January 2001 | Monitor on Psychology | Vol. 32 No. 1

January 2001 Monitor cover

COVER:
Research to the heart of the matter

SCIENCE WATCH

When at last you don't succeed...

A new study shows that when animals are no longer reinforced for learned behaviors, they hedge their bets, conservatively persisting in behaviors that produced reinforcement before, but also trying creative, new strategies to gain rewards.

TIME CAPSULE

Boy jumping over a stair rail

FEATURES

Teens' risky behavior is about more than race and family resources

A new study concludes that school performance and extracurricular activities could be significant factors in staving off unhealthy behaviors.

A trailblazer accedes APA's presidency

APA's 2001 President Norine G. Johnson has taken a creative, gutsy approach throughout her career--a trait that will continue through her term.

'Dedicated to the history, strength and diversity of women'

APA president's ideology embraced by the new women's museum in Dallas

Speak up for yourself!

Re-elected congressmen and psychologists Ted Strickland and Brian Baird say their professional kin need to step-up their political involvement--or lose out to competing interests.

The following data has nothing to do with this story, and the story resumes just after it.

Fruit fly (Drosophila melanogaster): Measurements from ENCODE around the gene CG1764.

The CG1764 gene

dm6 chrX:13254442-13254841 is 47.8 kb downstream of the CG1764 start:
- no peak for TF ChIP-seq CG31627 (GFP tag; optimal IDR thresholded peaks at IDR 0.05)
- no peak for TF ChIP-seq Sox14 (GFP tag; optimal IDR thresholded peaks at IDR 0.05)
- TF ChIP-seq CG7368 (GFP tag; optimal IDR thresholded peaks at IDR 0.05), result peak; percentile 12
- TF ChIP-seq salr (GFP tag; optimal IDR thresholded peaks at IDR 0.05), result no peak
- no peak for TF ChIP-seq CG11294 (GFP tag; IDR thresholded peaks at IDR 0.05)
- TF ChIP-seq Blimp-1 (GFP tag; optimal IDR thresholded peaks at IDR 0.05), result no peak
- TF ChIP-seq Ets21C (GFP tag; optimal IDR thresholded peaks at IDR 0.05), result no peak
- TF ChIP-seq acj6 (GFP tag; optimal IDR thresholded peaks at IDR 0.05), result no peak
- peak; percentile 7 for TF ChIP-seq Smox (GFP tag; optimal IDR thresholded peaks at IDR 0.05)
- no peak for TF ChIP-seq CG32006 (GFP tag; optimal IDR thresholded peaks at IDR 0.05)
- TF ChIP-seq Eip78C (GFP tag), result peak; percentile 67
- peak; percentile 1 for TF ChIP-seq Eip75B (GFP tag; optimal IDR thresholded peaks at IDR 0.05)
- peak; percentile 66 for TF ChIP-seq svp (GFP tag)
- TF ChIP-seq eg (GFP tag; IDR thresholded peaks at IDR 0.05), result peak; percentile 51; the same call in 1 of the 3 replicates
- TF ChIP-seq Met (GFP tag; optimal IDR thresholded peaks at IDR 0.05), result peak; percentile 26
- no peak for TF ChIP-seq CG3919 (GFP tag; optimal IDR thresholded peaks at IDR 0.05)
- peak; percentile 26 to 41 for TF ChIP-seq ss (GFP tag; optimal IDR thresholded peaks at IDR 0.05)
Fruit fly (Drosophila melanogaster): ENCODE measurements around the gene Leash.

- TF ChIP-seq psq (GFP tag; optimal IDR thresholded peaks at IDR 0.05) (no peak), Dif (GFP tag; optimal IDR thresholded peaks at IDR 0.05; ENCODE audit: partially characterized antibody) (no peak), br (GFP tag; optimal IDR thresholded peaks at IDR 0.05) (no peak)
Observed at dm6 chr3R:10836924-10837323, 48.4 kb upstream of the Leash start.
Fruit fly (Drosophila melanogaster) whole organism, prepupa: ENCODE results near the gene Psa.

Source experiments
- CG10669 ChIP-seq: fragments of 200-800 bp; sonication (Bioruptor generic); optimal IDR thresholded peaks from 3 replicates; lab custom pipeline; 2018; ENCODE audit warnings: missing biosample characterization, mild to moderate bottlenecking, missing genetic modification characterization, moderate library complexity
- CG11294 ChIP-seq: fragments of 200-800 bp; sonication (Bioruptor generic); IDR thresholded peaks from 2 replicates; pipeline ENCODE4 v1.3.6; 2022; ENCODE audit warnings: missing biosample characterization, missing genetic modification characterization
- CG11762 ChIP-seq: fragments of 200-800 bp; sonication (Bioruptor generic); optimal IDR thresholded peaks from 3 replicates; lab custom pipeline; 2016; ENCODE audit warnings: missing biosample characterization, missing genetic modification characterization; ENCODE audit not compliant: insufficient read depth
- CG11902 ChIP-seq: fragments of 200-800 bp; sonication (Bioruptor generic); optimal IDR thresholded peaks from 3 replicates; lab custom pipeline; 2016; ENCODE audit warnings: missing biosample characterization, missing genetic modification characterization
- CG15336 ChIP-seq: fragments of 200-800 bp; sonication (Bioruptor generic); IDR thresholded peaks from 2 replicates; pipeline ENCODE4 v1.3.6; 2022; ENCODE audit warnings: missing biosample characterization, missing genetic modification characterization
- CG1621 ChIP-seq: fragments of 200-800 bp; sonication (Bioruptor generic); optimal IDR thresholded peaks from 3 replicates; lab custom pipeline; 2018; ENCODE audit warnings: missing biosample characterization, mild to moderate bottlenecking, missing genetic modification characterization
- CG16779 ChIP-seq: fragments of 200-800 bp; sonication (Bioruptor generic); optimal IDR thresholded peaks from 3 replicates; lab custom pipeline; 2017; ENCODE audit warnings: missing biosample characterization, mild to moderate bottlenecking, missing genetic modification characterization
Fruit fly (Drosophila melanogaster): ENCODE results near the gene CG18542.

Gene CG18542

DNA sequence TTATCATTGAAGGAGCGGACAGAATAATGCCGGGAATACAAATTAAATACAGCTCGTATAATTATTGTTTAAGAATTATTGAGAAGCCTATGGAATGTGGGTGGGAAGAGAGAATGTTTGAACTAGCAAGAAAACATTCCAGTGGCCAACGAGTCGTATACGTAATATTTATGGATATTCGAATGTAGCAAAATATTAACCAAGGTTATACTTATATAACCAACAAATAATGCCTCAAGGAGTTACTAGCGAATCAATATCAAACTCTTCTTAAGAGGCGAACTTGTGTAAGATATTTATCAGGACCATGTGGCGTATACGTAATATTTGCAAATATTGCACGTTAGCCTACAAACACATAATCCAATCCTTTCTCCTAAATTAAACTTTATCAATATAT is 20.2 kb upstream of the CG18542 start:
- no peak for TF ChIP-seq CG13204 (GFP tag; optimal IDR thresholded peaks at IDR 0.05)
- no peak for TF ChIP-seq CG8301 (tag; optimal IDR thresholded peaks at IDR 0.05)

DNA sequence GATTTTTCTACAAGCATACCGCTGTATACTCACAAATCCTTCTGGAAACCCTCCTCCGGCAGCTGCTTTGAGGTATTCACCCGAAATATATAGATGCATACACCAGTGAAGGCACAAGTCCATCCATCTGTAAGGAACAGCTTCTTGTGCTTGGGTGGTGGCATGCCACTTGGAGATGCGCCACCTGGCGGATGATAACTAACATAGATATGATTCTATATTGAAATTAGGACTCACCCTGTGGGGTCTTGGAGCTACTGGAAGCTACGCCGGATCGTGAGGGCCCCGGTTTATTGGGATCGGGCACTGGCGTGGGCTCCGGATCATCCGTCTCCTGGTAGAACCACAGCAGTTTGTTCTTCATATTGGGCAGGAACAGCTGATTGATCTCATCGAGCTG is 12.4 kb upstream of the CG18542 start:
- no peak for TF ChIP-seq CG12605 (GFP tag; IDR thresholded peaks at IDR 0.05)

APA recognized for major contribution to passage of health disparities law

APA members--from graduate students to psychologists in nonprofit research organizations and psychological associations--made the difference.

Patients' rights: Ready to start up again

Coming months will see more wrangling over patients' rights under managed care.

Like mother, like daughter

To Florence and Nadine Kaslow, it's a family affair.

Does estrogen protect memory?

Research indicates that estrogen is a shield against cognitive decline during aging, and may even fend off Alzheimer's disease. But definitive results are still pending.

Parenthood detrimental to marriage? Not necessarily...

Marital researchers identify a prescription that may buffer newlyweds against stressors.

So many hats, so little time

Some ethnic-minority faculty say they have two jobs: fulfilling their academic responsibilities and representing their cultures. Here are strategies they use to bring balance into their lives.

Mentoring giant almost didn't find his own way

Remembering his own struggles in breaking the color barrier, Joe White has always reached out to help students.

Digital dissemination

More educators are developing online courses: Here are tips for transitioning from class-based to Web-based teaching.

Where happiness lies

Social scientists reveal their research findings in the realm of positive psychology.